• [0091]
    At least some embodiments consistent with the present invention may avoid bid instabilities. Instabilities may be avoided due to the inherent operation of a bid determination algorithm, and/or by smoothing and/or filtering traffic estimates. For example, one possible side-effect of the automatic bid determination is that a price war for a given keyword k may occur when two or more advertisers use “automated bid management” on that keyword. However, the CPC for k will increase in such a case. The CPC estimates (which may be updated periodically (e.g., daily)) from a traffic estimator will therefore change (and/or, if tracked, the actual CPC value for the ad(s) may change). When the CPCs for k rise without any increase in CTR, the marginal cost per selection will increase. (Recall the slope of the convex bid landscape.) This will cause the available budget to be shifted away from k to gain less expensive selections from other keywords automatically.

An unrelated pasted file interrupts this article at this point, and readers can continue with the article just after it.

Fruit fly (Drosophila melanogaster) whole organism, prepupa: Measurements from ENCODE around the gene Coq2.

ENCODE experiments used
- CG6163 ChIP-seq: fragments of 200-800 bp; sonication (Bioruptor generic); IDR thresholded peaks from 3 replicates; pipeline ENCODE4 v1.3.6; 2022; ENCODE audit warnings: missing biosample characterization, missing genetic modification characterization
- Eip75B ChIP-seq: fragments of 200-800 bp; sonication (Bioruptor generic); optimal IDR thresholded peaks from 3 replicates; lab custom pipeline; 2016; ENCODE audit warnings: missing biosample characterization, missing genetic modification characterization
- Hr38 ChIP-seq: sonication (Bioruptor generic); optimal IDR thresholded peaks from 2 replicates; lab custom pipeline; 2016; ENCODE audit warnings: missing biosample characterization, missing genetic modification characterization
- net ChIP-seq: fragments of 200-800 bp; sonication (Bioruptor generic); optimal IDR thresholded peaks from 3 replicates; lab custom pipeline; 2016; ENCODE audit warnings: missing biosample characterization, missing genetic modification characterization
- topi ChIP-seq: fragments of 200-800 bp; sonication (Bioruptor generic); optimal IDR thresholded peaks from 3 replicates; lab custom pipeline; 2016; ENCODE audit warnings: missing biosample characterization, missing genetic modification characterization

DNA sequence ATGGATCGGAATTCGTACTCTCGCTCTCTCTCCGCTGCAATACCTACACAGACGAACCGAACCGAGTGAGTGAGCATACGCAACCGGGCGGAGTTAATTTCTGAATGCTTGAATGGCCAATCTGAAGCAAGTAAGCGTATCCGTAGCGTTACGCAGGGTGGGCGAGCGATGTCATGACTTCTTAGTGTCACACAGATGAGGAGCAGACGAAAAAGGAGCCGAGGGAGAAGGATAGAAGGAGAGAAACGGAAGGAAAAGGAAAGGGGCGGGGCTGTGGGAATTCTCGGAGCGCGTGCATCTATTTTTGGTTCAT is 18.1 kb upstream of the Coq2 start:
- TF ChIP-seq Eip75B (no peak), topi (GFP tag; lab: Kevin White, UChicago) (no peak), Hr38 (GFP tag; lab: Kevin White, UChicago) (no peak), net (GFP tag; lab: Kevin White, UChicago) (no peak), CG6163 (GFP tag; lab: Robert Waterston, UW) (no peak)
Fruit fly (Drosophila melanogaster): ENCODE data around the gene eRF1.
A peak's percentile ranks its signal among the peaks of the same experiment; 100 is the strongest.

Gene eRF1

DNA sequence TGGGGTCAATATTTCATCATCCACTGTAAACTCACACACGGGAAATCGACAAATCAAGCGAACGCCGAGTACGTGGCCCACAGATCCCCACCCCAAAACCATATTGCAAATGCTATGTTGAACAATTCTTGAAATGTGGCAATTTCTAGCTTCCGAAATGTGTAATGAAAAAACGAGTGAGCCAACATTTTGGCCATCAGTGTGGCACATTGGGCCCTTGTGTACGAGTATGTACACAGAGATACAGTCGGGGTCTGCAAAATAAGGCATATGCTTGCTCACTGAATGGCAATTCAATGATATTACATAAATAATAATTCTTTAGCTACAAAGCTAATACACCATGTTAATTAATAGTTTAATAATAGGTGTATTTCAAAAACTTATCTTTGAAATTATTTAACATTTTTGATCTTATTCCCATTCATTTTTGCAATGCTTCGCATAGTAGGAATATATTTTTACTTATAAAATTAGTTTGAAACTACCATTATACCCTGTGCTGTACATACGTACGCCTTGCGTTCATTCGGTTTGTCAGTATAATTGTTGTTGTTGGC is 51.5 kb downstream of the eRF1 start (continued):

• [0092]
    In at least some embodiments consistent with the present invention, the traffic estimator values may be averaged over multiple days, thereby suppressing transient fluctuations in CPC (that may be caused by the daily bid updates) in the bid landscapes used to generate successive updates. This averaging or smoothing of traffic estimates should prevent unstable feedback between competing advertisers using automated bid management. In embodiments that directly use (e.g., daily) statistics from the ads themselves, temporal filtering may be used to smooth transient fluctuations.
  • [0093]
    Although some of the embodiments were described in the context of receiving keywords from advertisers, in at least some embodiments consistent with the present invention, at least some keywords (and/or other serving constraints to be bid on) may be inferred or determined from other ad information (e.g., keyword, concept, temporal or geolocation targeting using information extracted from the ad creative, geolocation targeting information extracted from advertiser address information, etc.).